In cultural evolution there are no mechanisms equivalent to genes and chromosomes. Therefore a new idea is not automatically passed on to the next generation. Instructions for how to use fire, or the wheel or atomic energy are not built into the nervous systems of children born after such discoveries. Each child has to learn them again from the start.

The analogy to genes in the evolution of culture are memes, or units of information we must learn if culture is to continue. Languages, numbers, theories, songs, recipes, laws and values are all memes that we pass on to our children so that they will be remembered.

It is these memes that a creative person changes, and if enough of the right people see the change as an improvement, it will become part of the culture.

(M. Csikszentmihalyi 1997: 7)

Without ever directly mentioning stories (or films) here, Csikszentmihalyi is saying the same thing; film stories are memes.

Likewise, if the meme (a feature film story) is strong (considered to be great by a wide Audience), and therefore, is wildly-contagious, it will “take off” via word-of-mouth, and will go `viral’ – and the marketing is then irrelevant. All that is required is a “baseline level” of Marketing.

Once launched, the film then markets itself, via word-of-mouth, due to the Story.

Rocket launch

This is in fact exactly what happened with the top 20 ROI films.

There is no other empirical explanation for their success, mainly as Marketing, “Star-Power”, (and other irrelevant factors) are either absent from, or are minimal variables for these film’s wild successes.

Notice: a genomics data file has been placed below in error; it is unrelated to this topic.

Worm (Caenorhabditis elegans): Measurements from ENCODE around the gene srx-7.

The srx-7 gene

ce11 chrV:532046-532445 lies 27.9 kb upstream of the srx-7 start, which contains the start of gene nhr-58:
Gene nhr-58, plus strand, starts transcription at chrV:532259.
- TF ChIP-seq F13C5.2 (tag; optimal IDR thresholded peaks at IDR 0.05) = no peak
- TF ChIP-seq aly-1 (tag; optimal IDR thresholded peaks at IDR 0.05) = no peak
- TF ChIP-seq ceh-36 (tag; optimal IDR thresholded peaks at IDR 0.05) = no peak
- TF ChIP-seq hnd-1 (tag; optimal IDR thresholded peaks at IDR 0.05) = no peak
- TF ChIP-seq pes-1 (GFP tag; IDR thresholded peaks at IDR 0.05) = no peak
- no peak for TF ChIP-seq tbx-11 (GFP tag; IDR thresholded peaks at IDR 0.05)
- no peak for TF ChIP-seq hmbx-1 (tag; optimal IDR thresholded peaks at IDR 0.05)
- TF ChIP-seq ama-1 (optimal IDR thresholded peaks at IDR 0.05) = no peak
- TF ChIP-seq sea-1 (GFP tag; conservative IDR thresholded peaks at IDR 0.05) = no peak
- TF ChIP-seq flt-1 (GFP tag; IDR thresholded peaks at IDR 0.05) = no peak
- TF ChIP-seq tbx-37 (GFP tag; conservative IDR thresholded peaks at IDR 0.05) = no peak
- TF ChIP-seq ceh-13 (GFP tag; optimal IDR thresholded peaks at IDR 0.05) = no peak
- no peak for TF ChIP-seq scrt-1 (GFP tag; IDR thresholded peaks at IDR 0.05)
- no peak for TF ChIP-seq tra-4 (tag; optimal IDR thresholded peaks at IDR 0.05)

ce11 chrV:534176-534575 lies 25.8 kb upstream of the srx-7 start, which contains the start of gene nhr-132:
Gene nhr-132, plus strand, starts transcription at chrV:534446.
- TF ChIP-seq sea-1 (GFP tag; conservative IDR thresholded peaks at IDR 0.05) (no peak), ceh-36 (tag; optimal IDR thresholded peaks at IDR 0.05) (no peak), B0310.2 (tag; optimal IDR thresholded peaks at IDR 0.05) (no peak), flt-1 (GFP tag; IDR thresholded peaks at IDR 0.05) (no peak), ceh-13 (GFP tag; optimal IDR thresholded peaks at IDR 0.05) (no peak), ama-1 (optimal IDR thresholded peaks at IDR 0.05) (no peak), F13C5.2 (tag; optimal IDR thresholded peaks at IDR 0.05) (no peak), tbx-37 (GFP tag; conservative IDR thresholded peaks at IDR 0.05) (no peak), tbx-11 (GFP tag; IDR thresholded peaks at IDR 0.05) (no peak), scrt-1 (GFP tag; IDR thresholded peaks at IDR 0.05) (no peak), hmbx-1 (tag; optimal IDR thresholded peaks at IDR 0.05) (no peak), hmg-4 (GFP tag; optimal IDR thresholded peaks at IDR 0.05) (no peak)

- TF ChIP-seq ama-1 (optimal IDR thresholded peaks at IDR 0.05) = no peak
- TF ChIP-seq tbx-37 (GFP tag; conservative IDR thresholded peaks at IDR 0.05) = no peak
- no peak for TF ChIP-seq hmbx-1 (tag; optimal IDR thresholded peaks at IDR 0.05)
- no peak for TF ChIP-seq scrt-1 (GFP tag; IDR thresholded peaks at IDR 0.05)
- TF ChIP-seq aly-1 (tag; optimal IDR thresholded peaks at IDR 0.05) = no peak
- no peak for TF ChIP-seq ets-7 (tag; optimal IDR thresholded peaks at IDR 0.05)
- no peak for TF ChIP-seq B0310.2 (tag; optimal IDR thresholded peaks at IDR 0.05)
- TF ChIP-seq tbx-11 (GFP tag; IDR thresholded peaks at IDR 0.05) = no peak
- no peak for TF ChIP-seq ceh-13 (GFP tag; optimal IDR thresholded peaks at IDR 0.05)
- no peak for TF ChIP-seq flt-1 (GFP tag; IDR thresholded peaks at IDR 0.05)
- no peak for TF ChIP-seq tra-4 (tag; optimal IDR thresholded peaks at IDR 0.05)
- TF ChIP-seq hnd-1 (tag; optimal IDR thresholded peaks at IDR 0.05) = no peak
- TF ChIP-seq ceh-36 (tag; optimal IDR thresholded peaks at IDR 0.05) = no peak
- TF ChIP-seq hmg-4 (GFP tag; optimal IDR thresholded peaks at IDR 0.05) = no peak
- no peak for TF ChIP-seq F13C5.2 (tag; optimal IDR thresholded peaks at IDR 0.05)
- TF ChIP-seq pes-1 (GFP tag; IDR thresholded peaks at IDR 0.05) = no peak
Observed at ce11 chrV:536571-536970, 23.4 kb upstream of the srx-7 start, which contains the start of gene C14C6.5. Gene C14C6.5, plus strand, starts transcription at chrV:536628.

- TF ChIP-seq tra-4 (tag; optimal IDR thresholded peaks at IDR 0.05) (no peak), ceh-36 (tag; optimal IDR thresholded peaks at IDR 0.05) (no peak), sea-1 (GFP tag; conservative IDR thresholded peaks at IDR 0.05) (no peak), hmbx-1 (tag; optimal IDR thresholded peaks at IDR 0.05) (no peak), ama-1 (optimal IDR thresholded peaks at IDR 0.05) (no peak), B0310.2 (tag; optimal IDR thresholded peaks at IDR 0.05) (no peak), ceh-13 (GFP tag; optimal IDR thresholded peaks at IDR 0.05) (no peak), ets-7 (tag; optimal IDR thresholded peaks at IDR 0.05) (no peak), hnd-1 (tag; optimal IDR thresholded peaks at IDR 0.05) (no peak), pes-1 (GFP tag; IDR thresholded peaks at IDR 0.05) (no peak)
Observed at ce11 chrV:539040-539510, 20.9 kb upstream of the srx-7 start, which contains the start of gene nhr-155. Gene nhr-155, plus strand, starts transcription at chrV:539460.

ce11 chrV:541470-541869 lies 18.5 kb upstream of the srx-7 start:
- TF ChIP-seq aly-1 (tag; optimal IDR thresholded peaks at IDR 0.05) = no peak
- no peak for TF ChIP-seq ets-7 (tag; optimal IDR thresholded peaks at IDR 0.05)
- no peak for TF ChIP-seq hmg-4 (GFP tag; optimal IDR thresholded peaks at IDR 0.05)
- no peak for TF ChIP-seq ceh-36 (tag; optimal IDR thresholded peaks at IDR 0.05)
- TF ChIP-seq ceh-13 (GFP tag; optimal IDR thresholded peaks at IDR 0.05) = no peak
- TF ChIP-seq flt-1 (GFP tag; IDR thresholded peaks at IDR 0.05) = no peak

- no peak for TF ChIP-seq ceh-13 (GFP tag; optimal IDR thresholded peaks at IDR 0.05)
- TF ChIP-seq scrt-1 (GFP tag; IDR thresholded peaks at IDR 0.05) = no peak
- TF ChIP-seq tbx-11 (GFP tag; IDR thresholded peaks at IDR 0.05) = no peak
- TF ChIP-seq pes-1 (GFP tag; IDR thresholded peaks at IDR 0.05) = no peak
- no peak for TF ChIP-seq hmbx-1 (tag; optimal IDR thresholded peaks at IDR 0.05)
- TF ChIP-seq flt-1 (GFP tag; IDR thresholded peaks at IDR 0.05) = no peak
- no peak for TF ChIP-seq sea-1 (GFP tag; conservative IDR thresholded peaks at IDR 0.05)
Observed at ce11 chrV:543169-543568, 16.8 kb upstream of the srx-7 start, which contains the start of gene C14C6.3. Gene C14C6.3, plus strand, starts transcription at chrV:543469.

I assert that this simple idea – that ROI is a measure of success, or that: the Film Story is responsible for a film’s success in reaching a wide audience and that ROI is the most useful metric of this success, is the key concept that all the previous studies of causal factors in film success have neglected.

To recap: there is a remarkable amount of formal, academic, peer-reviewed research into the factors that can potentially be used to predict movie box office success – however none of them provide useful data – and many of them in fact provide misleading and harmful data – and I contend that this has resulted in the film industry’s current failure rate, where 7 in every 10 films lose money – and only 3 in 10 films either `break even’, or make a profit.

Therefore, the key thesis – and conclusion – of this revolutionary research study is that:

This is all that matters.

This is all that matters.

And for a book chapter on all this, see:

StoryAlity #132The holon/parton structure of the Meme, the unit of culture (and narreme, or unit of story)

…Thoughts? Comments? Feedback? 

——————————————–

JT Velikovsky